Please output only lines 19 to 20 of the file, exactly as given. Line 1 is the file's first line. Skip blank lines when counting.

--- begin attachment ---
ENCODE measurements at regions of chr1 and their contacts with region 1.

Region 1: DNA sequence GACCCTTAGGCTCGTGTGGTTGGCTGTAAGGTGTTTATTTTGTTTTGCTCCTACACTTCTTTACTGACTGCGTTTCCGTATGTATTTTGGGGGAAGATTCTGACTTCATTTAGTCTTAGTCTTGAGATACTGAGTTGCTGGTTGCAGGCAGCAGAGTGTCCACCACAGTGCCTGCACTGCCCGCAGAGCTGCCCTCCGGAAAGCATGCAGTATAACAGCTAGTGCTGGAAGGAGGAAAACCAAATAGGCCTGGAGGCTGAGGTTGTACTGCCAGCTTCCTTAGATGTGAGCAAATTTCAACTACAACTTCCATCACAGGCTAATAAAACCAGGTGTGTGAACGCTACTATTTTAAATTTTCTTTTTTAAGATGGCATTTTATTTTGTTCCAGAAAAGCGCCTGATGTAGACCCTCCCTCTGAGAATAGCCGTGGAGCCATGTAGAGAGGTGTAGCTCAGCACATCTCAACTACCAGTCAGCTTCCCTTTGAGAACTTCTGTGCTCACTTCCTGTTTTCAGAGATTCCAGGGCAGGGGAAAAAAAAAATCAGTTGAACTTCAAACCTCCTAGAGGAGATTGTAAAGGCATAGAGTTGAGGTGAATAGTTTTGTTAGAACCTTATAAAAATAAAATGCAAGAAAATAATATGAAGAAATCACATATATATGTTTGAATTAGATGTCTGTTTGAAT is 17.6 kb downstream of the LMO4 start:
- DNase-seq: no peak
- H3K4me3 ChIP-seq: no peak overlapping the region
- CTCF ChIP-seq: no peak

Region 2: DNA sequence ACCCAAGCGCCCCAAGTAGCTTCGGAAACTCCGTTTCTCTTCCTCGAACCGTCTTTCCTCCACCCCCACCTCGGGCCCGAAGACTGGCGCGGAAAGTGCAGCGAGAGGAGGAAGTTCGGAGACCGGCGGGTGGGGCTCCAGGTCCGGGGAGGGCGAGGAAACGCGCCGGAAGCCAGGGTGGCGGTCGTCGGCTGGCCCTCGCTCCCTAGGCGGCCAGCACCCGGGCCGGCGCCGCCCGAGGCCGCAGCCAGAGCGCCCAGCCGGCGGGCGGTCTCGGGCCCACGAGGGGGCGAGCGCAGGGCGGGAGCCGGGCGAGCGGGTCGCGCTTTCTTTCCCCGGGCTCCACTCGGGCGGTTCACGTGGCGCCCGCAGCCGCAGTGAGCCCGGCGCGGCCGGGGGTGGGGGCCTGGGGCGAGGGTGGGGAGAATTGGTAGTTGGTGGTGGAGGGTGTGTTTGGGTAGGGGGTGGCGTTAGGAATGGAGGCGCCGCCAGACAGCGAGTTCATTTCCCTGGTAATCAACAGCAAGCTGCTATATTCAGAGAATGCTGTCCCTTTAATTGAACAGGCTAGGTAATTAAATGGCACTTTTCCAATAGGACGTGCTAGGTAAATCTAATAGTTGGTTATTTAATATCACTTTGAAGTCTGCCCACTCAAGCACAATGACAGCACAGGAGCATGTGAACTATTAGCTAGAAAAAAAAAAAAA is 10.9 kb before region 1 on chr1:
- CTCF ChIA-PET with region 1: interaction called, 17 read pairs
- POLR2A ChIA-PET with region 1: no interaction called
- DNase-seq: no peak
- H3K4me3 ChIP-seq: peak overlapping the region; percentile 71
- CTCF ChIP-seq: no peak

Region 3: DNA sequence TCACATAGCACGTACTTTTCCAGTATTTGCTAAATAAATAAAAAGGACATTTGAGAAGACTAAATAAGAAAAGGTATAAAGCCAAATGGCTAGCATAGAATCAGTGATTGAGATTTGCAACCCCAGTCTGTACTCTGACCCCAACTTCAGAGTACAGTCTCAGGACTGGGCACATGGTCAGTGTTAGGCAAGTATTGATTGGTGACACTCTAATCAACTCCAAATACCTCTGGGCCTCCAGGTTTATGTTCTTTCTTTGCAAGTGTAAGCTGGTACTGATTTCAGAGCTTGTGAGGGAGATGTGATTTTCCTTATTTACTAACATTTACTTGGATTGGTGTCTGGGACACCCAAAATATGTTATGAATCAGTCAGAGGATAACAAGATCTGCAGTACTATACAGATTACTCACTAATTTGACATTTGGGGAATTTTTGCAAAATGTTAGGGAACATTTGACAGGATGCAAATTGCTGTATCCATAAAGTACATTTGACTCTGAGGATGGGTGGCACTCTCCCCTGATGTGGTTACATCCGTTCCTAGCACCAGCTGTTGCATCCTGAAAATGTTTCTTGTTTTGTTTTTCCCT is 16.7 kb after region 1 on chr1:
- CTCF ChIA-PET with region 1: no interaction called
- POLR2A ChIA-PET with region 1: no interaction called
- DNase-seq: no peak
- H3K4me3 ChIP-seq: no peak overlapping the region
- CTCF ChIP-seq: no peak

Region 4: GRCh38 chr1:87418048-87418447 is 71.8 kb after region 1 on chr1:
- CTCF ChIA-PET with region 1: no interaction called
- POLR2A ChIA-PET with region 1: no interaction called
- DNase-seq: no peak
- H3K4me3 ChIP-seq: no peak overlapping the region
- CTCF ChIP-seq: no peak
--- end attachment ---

- CTCF ChIA-PET with region 1: no interaction called
- POLR2A ChIA-PET with region 1: no interaction called